The human body is a nothing but a complicated biological machine. Over the millions of years of our evolutionary development, we have become one of the most complex and efficient of animals, and this biological wonderland can act in mysterious ways. Proper knowledge of these interconnected links, help doctors, and medical practitioners cure us of our health woes and thankfully the medical science of today knows the difference between issues such as sinus and toothache.
You read that right. Sinus pressure while related exclusively to sinus area can feel exactly like a pain in the teeth. In fact, the pain in the upper rear teeth is a common symptom that you may have a sinus infection.
Sinus infections can cause a severe sharp pain in the upper line of teeth and can be quite confusing for patients to relate it to a sinus infection. The best course, of course, is to consult an experienced medical practitioner. If the dental expert after proper checks up, rules out the possibility of a dental health issue, it is likely that the trouble is with the sinuses.
If other than a toothache, you face any other symptoms than just a pain in the teeth, it may be easier to know that you are indeed looking a sinus infection and not a dental issue. Generally, sinus infection causes nasal discharge and congestion of the nose, so if these symptoms come with your toothache, consulting an ENT specialist may be your first choice. Other this facial pain, like inconvenience while opening your mouth, and blinking, etc., may also be indicators of a sinus infection and not a dental problem.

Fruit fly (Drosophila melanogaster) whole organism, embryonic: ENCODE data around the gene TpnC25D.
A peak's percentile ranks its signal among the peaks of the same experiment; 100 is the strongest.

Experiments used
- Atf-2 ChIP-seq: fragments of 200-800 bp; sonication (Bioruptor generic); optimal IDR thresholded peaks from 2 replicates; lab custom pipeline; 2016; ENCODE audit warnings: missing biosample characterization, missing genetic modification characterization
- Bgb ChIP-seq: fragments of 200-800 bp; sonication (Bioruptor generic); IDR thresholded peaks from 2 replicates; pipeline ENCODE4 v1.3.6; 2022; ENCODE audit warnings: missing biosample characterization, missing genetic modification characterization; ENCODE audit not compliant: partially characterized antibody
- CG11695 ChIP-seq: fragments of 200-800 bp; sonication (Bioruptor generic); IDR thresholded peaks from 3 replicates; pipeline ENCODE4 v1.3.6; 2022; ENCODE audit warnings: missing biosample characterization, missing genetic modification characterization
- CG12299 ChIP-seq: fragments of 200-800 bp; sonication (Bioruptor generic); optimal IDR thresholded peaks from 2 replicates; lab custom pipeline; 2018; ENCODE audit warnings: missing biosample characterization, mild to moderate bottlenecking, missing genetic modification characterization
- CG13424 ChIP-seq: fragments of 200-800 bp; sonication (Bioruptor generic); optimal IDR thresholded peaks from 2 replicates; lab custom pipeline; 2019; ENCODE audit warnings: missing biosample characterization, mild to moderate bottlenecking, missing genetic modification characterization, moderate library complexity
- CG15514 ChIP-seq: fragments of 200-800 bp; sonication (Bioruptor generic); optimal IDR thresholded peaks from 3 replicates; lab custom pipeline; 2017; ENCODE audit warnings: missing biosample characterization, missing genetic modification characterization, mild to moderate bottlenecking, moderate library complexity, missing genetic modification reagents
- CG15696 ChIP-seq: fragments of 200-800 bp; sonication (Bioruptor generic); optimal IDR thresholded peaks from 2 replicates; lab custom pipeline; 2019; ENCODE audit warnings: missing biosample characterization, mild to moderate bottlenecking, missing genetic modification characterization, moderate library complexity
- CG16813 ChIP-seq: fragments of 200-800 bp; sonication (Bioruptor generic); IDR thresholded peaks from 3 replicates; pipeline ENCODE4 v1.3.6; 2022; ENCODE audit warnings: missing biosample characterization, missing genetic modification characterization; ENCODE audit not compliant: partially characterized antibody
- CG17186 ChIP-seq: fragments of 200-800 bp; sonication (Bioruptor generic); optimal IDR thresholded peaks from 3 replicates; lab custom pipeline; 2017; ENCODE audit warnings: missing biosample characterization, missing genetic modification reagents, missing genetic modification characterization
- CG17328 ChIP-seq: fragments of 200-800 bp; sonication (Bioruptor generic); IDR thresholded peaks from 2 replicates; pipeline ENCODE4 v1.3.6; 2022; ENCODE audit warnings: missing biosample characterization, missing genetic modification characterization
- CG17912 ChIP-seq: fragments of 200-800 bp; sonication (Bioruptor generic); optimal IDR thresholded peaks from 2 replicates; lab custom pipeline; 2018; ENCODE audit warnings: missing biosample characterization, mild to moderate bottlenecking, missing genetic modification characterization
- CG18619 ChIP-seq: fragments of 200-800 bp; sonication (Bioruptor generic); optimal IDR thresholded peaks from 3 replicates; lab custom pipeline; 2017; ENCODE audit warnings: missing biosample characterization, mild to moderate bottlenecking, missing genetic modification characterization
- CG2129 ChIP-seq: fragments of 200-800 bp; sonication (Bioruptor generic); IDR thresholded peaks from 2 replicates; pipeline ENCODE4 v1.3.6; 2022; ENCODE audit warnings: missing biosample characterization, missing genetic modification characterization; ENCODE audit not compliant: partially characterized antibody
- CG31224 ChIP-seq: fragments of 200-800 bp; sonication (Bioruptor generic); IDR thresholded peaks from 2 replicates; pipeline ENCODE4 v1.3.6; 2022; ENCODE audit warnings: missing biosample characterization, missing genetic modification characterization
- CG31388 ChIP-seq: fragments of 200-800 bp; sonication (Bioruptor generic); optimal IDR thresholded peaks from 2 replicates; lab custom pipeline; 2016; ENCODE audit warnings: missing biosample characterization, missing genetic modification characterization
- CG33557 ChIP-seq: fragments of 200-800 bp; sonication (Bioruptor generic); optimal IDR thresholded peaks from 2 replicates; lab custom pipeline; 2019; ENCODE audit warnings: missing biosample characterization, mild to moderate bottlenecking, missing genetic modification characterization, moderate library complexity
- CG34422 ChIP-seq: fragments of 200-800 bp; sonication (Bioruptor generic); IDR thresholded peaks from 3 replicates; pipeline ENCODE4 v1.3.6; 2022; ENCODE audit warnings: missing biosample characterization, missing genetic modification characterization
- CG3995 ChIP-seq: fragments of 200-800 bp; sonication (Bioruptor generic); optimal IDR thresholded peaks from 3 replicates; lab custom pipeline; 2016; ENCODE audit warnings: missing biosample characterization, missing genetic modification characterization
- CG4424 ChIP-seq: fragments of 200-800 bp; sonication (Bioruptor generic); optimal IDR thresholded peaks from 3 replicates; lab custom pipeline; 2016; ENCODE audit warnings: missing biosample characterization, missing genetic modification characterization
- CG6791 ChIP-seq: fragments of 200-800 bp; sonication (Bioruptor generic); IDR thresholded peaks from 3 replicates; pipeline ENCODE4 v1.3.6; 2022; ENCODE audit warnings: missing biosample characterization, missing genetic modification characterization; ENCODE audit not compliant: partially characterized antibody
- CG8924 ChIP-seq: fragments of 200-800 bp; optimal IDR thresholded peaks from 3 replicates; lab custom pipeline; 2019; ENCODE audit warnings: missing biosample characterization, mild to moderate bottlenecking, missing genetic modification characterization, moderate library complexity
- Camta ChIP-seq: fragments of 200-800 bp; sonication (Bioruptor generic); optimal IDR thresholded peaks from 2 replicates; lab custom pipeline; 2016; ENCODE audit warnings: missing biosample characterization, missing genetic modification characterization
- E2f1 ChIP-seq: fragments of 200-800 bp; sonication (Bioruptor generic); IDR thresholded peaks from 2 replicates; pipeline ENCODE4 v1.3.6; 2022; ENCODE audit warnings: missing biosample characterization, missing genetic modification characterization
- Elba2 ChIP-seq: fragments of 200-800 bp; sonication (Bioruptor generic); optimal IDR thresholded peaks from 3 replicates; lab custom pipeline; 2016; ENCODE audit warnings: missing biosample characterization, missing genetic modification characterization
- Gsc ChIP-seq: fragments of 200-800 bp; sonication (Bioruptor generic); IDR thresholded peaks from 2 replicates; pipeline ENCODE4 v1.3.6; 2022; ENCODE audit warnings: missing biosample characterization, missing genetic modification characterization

A sinus infection causes your nasal cavity to get inflated, swollen and therefore painful. Rhinosinusitis or sinusitis as is medically known is a common medical condition and in most cases does not get severe and may be quite easily curable. There is a chronic type of sinus too; medical science is working on a cure for that.
The acute sinusitis is much more common and is not permanent. It is just a part of a cold. There are several sinuses around our eyes and on either side of the nose. A sinus infection may even cause pain in the forehead. Sinuses, due the swelling and inflammation, ache dully with the resultant pressure and make all activities in daily life extremely irritating.
Another symptom is an irritation of the throat and dull coughing. As the infected nasal discharge drains down from your sinuses to the back of your throat, and the skin inside the throat also reacts violently. This may result in a persistent cough and couple with the pain in the face, can become extremely annoying. Especially when you are trying to sleep and lie down the flow of the nasal discharge is aggravated, and the coughing persists.
Consulting the right kind of specialist at the right time can help you find the best solution on time before your condition gets worse. Sinus, in any case, is an annoying but thankfully simple medical problem, and in most cases is cured quickly without any lasting impacts on the body.